250 mile corridor. The most cost effective line size for a given MW Capacity

is bolded; transmission costs assume a 40 year payback period.

III.

RESULTS

exponentially with the number of transmission investment

variables. As a result, a reduction in the number of lines is an

effective way to decrease the scope of the problem. The

results below indicate that the screening method proposed is

an effective way to reduce the number of investment

corridors and that a small number of corridors are developed

in all scenarios.

A. Number of Investment Corridors

The primary goal of a screening model is to reduce the

number of decision variables that the more complex full

problem is required to solve. The first screening case

assumed a 345kV double circuit capacity rating for each

corridor. As shown in Fig.3 and Table I, the 345kV model

converged to 112 unique corridors in the existing system

WECC within 110 samples. The number of intra-WREZ and

WECC-WREZ connections converged to 169 unique

corridors within 300 samples. This represents a 99%

reduction in the number of corridors considered (from 19,503

to 281).

The second 765kV case was explored to determine

whether a single screening case was sufficient to identify all

corridors of interest or whether multiple corridor ratings were

required to capture the full corridor set. As seen in Fig.4, the

765kV case converged in 164 samples, more quickly than the

345kV case. The 765kV case also produced a smaller

number of corridors because, in many situations, congestion

could be relieved within a specific corridor rather than

requiring multiple lines.

300

Unique Corridors

250

Existing System Only

200

Connecting WREZs

150

100

50

100

200

300

400

S

l

Figure 3. Cumulative number of unique corridors identified by sample in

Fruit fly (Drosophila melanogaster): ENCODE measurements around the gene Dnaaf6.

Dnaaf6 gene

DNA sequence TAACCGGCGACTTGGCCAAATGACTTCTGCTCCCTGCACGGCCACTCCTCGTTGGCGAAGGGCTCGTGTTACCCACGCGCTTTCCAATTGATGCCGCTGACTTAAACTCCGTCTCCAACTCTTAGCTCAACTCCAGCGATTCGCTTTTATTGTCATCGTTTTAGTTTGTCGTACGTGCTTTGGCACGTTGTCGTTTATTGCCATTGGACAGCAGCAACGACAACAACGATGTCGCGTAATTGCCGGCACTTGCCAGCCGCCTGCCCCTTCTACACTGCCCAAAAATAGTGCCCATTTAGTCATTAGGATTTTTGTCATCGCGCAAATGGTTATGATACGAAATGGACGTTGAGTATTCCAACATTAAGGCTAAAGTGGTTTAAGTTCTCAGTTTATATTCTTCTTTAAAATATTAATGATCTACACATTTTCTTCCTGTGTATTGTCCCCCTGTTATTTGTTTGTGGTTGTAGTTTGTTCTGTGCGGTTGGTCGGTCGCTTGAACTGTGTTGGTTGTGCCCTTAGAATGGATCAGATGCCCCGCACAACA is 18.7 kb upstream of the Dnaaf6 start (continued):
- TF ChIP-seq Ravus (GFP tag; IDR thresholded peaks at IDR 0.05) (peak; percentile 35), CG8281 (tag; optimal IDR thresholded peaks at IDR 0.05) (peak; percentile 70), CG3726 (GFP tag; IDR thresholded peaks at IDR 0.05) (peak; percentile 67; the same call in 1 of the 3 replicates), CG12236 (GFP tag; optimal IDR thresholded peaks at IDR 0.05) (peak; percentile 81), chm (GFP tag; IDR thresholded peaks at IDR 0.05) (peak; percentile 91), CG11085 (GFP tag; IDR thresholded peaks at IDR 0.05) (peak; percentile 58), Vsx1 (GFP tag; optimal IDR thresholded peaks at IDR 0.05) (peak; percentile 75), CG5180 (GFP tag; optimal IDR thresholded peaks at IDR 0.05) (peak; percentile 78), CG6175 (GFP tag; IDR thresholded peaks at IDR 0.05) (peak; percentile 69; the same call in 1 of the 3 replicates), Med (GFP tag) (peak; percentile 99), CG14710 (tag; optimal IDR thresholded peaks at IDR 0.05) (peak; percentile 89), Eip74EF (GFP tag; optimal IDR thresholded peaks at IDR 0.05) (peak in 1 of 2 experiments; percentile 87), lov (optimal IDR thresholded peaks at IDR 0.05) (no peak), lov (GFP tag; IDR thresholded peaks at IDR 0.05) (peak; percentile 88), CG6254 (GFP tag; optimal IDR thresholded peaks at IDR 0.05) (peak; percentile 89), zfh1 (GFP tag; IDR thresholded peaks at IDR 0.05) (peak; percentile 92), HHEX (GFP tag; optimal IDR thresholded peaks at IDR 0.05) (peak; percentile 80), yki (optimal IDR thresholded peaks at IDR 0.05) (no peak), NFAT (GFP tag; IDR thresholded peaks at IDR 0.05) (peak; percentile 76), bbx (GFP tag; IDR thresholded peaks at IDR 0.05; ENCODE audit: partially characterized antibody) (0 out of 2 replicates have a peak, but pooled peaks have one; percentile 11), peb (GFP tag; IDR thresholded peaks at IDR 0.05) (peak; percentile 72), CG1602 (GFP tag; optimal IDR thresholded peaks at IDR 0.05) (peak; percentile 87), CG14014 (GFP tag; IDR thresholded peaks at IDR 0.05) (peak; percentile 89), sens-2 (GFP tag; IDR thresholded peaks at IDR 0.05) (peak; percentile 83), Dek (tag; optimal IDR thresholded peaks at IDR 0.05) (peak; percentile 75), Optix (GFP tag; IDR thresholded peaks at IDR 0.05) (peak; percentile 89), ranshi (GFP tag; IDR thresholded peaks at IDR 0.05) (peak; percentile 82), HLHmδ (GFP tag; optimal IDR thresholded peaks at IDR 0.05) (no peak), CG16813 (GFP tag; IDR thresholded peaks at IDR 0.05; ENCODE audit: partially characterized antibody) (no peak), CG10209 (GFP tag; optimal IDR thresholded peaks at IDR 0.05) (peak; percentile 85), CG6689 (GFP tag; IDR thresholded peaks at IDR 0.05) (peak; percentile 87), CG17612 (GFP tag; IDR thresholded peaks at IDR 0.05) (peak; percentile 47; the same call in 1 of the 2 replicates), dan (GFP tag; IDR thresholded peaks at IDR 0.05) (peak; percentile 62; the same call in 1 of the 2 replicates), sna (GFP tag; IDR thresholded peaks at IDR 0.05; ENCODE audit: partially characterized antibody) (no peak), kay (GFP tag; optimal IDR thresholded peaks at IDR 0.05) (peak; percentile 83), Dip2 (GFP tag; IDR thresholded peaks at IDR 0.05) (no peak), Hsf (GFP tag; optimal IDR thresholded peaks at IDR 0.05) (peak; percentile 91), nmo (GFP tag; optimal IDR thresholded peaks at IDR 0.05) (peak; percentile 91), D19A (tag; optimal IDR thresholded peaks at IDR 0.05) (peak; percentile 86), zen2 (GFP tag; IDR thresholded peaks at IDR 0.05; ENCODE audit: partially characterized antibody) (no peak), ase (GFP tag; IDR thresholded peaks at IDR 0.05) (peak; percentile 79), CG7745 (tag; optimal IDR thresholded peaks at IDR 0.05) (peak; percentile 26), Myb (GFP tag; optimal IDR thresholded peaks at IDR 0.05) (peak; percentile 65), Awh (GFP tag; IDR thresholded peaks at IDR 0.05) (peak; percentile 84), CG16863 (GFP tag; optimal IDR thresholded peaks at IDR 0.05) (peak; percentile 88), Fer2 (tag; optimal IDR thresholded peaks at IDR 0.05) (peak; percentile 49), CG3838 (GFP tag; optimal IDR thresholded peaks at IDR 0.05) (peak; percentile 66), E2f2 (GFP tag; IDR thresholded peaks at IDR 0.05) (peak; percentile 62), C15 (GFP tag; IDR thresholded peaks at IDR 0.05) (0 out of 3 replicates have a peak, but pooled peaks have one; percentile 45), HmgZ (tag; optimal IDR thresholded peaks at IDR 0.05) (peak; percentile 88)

345kV case.

reduced the total number of unique corridors to 303. This

reduction represents a reduction of 98% considered corridors

from the original 19,503; however, both the 345kV and

765kV cases identified unique corridors. If the 765kV case

alone was considered, 45% of the unique corridors identified

would have been missed. Likewise, 7% of all unique

corridors would not be identified if only the 345kV case was

considered. Thus, it would be insufficient to run only a single

linear relaxation.

the 345kV case, however, the capacity of each corridor was

limited to the 345kV double circuit capacity. Up to this value,

which for a set corridor length is always less than the capacity

of a 500kV or 765kV line, it is always cheaper to invest in a

345kV double-circuit line than a 500kV or 765kV line.

Given that each corridor may be developed at multiple

capacities, the St.Clair filter may increase the number of

investment variables, one for each feasible rating. As

demonstrated in Fig.5, the 765kV case produces investment

variables at all three line ratings. Most corridors (52%)

produce only a single investment variable, 28% of corridors

can have two investment variables, and the remaining 20% of

corridors can have investment variables for all three line

ratings (345, 500, and 765kV). For the test system modeled

here, the resulting number of investment variables is 432.

This is an increase of 30% compared to the number of

corridors; however, it is a 99% decrease in the number of

investment variables when all corridors are considered at

three potential ratings.

180

Unique Corridors

160

140

120

Connecting WREZs

100

80

60

40

0

50

100

150

200

Figure 4. Cumulative number of unique corridors identified by sample in

765kV case.

TABLE I

Cumulative Number of Unique

Corridors

345kV

765kV

Combined

Total Unique Corridors

281

165

303

112

75

121

Connecting WREZ

169

90

182

The corridors above identify areas for new transmission

development, but they cannot all be directly translated into

investment variables. Because investment variables in the

linear relaxation are continuous, corridors in the 765kV case

may be developed at fractional capacities of the full 765kV

rated flow.

Transmission Capacity may then more

filter.

One potential insight from the screening tool is that certain

corridors are developed across all scenarios and they are

robust to uncertainty in generation location. As shown in

Fig.6, this hypothesis is supported for a small percentage of

corridors in both planning horizons. In the 10 year planning

horizon, 0.062% of corridors are developed across all

scenarios and 0.11% of corridors are developed in 75% or

more scenarios. In the 25 year planning horizon, 0.13% of

corridors are developed across all scenarios and 0.33% of

corridors are developed in at least 75% of scenarios